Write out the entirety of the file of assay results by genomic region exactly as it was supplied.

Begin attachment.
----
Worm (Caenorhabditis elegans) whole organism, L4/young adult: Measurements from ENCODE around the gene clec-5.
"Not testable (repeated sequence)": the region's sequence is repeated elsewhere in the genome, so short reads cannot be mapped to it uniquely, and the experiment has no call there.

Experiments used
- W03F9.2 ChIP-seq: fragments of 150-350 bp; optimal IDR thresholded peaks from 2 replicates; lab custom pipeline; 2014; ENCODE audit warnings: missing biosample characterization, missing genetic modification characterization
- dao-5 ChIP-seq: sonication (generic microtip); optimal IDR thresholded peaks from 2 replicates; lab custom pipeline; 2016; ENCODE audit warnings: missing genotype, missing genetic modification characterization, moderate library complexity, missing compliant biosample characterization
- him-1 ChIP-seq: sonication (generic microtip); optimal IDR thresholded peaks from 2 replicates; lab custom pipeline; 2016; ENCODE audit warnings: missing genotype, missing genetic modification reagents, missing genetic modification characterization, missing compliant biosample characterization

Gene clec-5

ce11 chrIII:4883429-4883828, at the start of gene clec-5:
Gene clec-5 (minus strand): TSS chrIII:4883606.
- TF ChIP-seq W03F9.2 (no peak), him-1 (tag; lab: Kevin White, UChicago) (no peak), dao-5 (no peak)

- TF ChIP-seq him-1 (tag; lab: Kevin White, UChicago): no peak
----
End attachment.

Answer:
Worm (Caenorhabditis elegans) whole organism, L4/young adult: Measurements from ENCODE around the gene clec-5.
"Not testable (repeated sequence)": the region's sequence is repeated elsewhere in the genome, so short reads cannot be mapped to it uniquely, and the experiment has no call there.

Experiments used
- W03F9.2 ChIP-seq: fragments of 150-350 bp; optimal IDR thresholded peaks from 2 replicates; lab custom pipeline; 2014; ENCODE audit warnings: missing biosample characterization, missing genetic modification characterization
- dao-5 ChIP-seq: sonication (generic microtip); optimal IDR thresholded peaks from 2 replicates; lab custom pipeline; 2016; ENCODE audit warnings: missing genotype, missing genetic modification characterization, moderate library complexity, missing compliant biosample characterization
- him-1 ChIP-seq: sonication (generic microtip); optimal IDR thresholded peaks from 2 replicates; lab custom pipeline; 2016; ENCODE audit warnings: missing genotype, missing genetic modification reagents, missing genetic modification characterization, missing compliant biosample characterization

Gene clec-5

ce11 chrIII:4883429-4883828, at the start of gene clec-5:
Gene clec-5 (minus strand): TSS chrIII:4883606.
- TF ChIP-seq W03F9.2 (no peak), him-1 (tag; lab: Kevin White, UChicago) (no peak), dao-5 (no peak)

- TF ChIP-seq him-1 (tag; lab: Kevin White, UChicago): no peak